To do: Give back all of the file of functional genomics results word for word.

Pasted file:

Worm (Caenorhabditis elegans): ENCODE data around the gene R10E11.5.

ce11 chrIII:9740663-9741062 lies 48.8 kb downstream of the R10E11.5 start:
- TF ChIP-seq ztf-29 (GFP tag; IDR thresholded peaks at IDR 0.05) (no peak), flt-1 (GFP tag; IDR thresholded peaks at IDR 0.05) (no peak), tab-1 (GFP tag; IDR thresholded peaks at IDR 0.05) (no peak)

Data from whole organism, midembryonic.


Worm (Caenorhabditis elegans): ENCODE data around the gene R10E11.5.

ce11 chrIII:9740663-9741062 lies 48.8 kb downstream of the R10E11.5 start:
- TF ChIP-seq ztf-29 (GFP tag; IDR thresholded peaks at IDR 0.05) (no peak), flt-1 (GFP tag; IDR thresholded peaks at IDR 0.05) (no peak), tab-1 (GFP tag; IDR thresholded peaks at IDR 0.05) (no peak)

Data from whole organism, midembryonic.